Miss Enid M. BERRISFORD, daughter of the late Mr J. BERRISFORD and of Mrs BERRISFORD, of “Dunrovan”, Shaws Hill, Whatstandwell, was married at St Mary’s Church, Crich, to Driver E. TOON, of the Royal Engineers, son of Mr and Mrs E. TOON, of 3, Jackson Avenue, Mickelover.
[there followed a report of the wedding]

Derby Daily Telegraph 7 October 1942
On Tuesday, October 6, 1942, at St Mary’s Church, Crich by the Rev start in the Rev H.E. JONES, John Frances HALL E.R.A., R.N., to Marjorie Elsie GAUNT, both of Crich.
[Note: E.R.A. was Engine Room Artificer]

Derbyshire Times 6 November 1942
Prize Winner: Mavis JACKSON (11), Market Place, Crich.
Q: what is taken from you before you get it?
A: your portrait

Derbyshire Times 27 November 1942
On November 21, at St Marys Church, Crich by the Rev H.E. JONES, Pte Joseph WESTON, Belper, to Freda STOCKS, Crich.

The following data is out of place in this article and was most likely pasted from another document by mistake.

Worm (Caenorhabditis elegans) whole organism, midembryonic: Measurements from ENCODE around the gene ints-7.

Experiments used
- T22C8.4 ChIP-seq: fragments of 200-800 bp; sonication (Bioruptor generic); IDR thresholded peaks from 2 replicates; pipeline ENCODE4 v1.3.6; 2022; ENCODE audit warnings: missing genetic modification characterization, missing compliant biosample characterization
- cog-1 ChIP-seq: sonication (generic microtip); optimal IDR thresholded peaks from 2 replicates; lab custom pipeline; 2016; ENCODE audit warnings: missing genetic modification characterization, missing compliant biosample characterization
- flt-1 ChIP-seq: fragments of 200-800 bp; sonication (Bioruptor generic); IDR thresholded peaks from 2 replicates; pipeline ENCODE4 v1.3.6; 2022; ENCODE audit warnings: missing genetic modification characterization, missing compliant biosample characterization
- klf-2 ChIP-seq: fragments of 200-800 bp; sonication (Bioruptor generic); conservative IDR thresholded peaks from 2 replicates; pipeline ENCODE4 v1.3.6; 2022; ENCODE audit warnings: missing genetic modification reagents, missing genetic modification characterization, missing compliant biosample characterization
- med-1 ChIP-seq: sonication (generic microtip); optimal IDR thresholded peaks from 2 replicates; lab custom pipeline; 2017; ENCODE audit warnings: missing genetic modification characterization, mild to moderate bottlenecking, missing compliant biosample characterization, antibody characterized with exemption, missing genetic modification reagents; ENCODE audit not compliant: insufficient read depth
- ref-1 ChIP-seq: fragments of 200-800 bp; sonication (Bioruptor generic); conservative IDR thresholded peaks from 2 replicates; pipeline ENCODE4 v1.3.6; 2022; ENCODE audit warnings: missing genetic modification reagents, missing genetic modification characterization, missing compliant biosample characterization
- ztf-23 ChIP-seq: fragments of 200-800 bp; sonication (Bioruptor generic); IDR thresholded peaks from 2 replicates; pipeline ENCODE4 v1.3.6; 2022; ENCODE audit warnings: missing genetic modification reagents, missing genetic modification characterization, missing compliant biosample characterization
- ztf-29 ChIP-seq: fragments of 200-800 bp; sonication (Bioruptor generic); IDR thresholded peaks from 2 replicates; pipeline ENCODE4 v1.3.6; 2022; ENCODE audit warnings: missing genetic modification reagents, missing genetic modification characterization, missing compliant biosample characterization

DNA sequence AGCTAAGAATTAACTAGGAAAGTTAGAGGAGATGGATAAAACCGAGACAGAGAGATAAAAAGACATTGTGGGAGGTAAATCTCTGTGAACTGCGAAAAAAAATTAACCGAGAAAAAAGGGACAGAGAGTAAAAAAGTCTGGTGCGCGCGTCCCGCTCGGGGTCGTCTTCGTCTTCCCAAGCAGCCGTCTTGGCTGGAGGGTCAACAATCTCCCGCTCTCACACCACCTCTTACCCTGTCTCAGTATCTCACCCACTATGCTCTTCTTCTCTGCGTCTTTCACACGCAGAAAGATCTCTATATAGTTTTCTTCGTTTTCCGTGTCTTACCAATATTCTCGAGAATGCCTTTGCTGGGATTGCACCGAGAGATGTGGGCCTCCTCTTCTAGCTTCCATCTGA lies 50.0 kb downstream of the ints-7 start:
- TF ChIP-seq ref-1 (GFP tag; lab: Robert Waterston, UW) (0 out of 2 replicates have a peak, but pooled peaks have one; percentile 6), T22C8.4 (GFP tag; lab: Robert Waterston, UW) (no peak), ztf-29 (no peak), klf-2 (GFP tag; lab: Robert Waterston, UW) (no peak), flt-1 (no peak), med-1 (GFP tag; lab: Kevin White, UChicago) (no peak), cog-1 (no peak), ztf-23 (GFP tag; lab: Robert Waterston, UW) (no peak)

Derby Daily Telegraph 1 December 1942
An old lady of 82 who lives at Crich has sent 178 pairs of socks and four scarves, knitted by herself to the British Red Cross in two years of war. She is Mrs WRAGG, and the story of her family makes this work of hers seem far more than just so many knitted articles. It also has a bearing on the human side of the mining industry which is far more significance as an appeal for fuel economy and half the slick slogans we invent these days. Coal means men’s lives and health are at stake, and the story of the WRAGG family brings this lesson home.
Her son was a Derbyshire miner, and I say was because he is now a cripple. He enlisted in the last war, was taken prisoner, and sent to work on a German farm. He returned to the mines after the war until 1924 when his spine was fractured as the result of a pit accident.